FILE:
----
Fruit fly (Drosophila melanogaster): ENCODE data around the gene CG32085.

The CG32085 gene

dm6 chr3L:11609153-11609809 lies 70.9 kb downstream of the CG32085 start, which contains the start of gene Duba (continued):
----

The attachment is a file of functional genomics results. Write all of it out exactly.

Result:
Fruit fly (Drosophila melanogaster): ENCODE data around the gene CG32085.

The CG32085 gene

dm6 chr3L:11609153-11609809 lies 70.9 kb downstream of the CG32085 start, which contains the start of gene Duba (continued):